The Director of Public Prosecution, Jane Frances Abodo, has withdrawn kidnap and murder charges against Patrick Agaba, also known as Kasaija, the prime suspect in the murder of 28-year-old Susan Magara, a cashier at Bwendeiro Diary. The charges were withdrawn before the Kampala High Court Criminal Division Registrar Didas Muhumuza when the matter in which initially ten people were being accused of the kidnap and subsequent murder of Magara came up for hearing on Monday.
The other suspects are Abas Buvumbo, Yusuf Lubega, Hussein Wasswa, Muzamiru Ssali, Hassan Kato Miiro, Hajara Nakandi, Abubaker Kyewolwa, Mahad Kasalita, and Ismail Bukenya. It is alleged that the accused persons kidnapped Magara on February 7, 2018, with the intent to procure a ransom. But on February 27, 2018, in Kigo, Wakiso district, they brutally murdered their victim.
However, on Monday all the accused persons, save for Kasaija alias Pato, were in court, and the Senior State Attorney Irene Nakimbugwe tendered before the Court a withdrawal letter signed by the DPP Abodo, saying she had lost interest in all the charges against him. Article 120 of the Constitution gives the DPP powers to institute criminal charges against any person in this Country in any court except the court martial and also to withdraw the same without giving reasons.
However, despite being implicated in this murder, Pato had never been arraigned in court and charged formally for this specific crime. Instead, he was on May 15th, 2019, extradited from South Africa following Magara’s murder but then charged before Buganda Road Magistrates Court with Kidnapping with the intent to procure a ransom. The prosecution alleged that Pato and others still at large on May 1st, 2013, at Muyenga A Kironde Road in Kampala kidnapped Joan Alupo Cora with the intent to procure a ransom or benefit for her liberation from the danger of being murdered.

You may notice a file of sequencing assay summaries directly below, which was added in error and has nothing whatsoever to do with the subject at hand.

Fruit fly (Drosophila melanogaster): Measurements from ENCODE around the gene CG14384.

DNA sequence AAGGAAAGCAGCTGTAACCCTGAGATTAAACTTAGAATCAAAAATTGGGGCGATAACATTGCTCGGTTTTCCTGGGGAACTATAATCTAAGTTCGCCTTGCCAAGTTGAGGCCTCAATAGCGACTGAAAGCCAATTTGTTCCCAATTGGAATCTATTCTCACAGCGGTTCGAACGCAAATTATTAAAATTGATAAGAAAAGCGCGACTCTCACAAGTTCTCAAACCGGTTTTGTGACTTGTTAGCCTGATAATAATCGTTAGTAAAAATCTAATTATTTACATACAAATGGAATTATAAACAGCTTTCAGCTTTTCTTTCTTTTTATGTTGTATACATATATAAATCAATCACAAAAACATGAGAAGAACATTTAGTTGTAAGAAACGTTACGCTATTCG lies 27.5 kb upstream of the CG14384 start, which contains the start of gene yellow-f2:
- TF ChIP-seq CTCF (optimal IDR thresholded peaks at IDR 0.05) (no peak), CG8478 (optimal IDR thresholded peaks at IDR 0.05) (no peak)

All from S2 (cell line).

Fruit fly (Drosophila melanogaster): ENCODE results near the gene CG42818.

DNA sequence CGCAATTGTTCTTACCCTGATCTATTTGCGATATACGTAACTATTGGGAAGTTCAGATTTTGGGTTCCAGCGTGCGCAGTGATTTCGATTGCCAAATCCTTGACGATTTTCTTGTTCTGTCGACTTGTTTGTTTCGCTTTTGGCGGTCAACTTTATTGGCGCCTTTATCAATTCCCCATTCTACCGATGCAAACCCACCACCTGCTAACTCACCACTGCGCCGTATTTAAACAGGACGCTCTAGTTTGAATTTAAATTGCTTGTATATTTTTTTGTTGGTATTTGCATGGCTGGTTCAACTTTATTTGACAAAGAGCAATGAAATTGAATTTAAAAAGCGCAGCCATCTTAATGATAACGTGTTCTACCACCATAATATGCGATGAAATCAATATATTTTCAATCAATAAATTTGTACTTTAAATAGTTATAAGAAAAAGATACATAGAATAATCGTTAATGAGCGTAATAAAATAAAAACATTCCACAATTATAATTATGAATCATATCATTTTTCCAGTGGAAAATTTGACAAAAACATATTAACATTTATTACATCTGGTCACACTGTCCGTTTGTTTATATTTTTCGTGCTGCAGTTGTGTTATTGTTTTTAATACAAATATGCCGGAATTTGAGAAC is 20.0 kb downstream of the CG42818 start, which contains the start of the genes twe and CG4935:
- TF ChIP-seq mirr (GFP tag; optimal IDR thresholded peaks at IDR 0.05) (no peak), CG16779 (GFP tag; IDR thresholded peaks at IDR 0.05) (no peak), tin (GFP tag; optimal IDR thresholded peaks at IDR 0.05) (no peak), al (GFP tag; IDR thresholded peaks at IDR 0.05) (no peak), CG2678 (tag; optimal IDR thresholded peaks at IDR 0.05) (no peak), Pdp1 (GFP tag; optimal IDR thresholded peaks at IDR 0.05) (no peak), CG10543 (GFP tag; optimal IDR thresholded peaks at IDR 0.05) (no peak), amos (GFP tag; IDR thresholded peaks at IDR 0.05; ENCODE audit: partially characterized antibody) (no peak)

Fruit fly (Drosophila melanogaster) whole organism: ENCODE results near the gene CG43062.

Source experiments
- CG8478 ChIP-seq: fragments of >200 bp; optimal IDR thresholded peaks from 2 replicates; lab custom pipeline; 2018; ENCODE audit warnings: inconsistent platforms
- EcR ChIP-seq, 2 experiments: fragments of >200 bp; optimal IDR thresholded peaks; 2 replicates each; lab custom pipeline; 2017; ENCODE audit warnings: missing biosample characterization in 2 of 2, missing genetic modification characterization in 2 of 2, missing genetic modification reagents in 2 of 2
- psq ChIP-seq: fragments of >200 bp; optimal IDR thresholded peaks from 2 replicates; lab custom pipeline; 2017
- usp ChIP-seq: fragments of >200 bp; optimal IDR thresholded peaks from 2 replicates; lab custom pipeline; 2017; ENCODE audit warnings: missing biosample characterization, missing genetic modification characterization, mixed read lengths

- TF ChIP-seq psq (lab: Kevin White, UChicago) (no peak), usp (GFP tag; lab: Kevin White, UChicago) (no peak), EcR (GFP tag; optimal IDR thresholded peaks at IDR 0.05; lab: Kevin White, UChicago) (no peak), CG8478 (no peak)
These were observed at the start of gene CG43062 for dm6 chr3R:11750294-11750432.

He was granted bail by the High Court on this particular case which saw him go to Luzira Prison for some good months on remand. Magara’s case had previously stalled due to a shortage of funds by the judiciary, an issue that the court has heard that has since been ironed out. However, on Monday, the Registrar Didas Muhumuza was left with no option but to endorse the withdrawal of the charges and discharge him. The case garnered significant attention as it sheds light on an alleged kidnap-for-ransom scheme devised by the suspects, some of whom are still at large.
The evidence before the Court indicates that the accused persons who would have stood trial with Pato planned to target wealthy individuals and their family members, and Magara, tragically, was the first victim of this scheme. Prosecution evidence suggests that Magara was abducted in Lungujja while on her way home, and she was subsequently held captive for three weeks as the kidnappers negotiated a US$1 million ransom with her family.
After receiving US$200,000 of the ransom money (then 700 million Uganda shillings), the prosecution alleges that the kidnappers murdered Magara and disposed of her body in Kitiko. Various exhibits, such as land titles and motor vehicles, which were purchased using ransom money, have been recovered by the police. The investigation into this case has allegedly revealed that Magara overheard conversations between Hajara Nakandi’s visitors while being held captive.
The suspects became aware of this and held a meeting at Usafi Mosque to decide Magara’s fate. They feared that her release would lead to the identification and arrest of Nakandi and potentially expose the entire group. The group first chopped off some of Magara’s fingers and a video clip of the chopping was put on a memory card with her fingers in a parcel delivered near a certain fuel station for her relatives to watch prior to her death. Consequently, they allegedly decided to suffocate Magara with a polythene bag to prevent her from revealing their identities.
The case has now been adjourned to October 23, 2023, for the hearing to commence.